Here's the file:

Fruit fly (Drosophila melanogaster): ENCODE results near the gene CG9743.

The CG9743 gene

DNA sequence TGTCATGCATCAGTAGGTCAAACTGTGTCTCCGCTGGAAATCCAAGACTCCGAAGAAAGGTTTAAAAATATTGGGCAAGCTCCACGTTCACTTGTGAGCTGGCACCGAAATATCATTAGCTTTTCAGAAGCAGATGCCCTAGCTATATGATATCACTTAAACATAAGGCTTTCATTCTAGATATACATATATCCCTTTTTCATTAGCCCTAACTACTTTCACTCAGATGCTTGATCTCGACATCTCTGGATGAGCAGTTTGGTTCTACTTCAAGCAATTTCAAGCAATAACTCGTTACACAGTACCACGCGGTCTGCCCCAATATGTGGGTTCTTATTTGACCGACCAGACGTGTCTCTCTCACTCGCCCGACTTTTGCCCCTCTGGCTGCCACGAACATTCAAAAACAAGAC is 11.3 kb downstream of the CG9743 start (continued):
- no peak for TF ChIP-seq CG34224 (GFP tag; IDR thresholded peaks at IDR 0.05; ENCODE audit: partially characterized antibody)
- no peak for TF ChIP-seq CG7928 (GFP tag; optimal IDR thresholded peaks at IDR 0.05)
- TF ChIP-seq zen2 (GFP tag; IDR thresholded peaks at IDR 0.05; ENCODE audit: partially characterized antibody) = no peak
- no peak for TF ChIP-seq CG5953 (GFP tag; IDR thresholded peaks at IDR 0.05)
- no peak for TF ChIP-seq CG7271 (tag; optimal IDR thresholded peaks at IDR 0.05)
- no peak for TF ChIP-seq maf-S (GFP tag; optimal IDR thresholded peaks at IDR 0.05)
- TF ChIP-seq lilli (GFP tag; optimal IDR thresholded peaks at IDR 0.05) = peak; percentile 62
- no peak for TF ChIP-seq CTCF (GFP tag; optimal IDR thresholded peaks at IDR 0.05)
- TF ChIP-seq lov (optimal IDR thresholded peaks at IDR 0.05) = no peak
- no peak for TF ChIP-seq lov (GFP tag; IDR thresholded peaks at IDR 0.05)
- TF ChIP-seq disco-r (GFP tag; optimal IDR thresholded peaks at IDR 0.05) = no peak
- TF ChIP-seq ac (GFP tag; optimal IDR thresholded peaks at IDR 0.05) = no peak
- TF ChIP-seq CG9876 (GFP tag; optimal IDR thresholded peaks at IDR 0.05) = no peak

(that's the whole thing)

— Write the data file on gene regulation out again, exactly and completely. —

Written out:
Fruit fly (Drosophila melanogaster): ENCODE results near the gene CG9743.

The CG9743 gene

DNA sequence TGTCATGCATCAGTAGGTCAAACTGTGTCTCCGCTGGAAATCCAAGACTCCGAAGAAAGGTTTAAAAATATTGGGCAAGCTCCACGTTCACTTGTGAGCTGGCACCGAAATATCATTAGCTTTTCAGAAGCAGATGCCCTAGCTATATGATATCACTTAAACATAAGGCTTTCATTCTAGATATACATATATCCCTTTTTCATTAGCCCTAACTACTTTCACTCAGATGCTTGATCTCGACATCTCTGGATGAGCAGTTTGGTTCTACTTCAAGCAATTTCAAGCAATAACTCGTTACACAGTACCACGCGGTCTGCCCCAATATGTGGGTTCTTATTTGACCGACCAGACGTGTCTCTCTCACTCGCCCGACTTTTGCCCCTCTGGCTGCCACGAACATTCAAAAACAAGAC is 11.3 kb downstream of the CG9743 start (continued):
- no peak for TF ChIP-seq CG34224 (GFP tag; IDR thresholded peaks at IDR 0.05; ENCODE audit: partially characterized antibody)
- no peak for TF ChIP-seq CG7928 (GFP tag; optimal IDR thresholded peaks at IDR 0.05)
- TF ChIP-seq zen2 (GFP tag; IDR thresholded peaks at IDR 0.05; ENCODE audit: partially characterized antibody) = no peak
- no peak for TF ChIP-seq CG5953 (GFP tag; IDR thresholded peaks at IDR 0.05)
- no peak for TF ChIP-seq CG7271 (tag; optimal IDR thresholded peaks at IDR 0.05)
- no peak for TF ChIP-seq maf-S (GFP tag; optimal IDR thresholded peaks at IDR 0.05)
- TF ChIP-seq lilli (GFP tag; optimal IDR thresholded peaks at IDR 0.05) = peak; percentile 62
- no peak for TF ChIP-seq CTCF (GFP tag; optimal IDR thresholded peaks at IDR 0.05)
- TF ChIP-seq lov (optimal IDR thresholded peaks at IDR 0.05) = no peak
- no peak for TF ChIP-seq lov (GFP tag; IDR thresholded peaks at IDR 0.05)
- TF ChIP-seq disco-r (GFP tag; optimal IDR thresholded peaks at IDR 0.05) = no peak
- TF ChIP-seq ac (GFP tag; optimal IDR thresholded peaks at IDR 0.05) = no peak
- TF ChIP-seq CG9876 (GFP tag; optimal IDR thresholded peaks at IDR 0.05) = no peak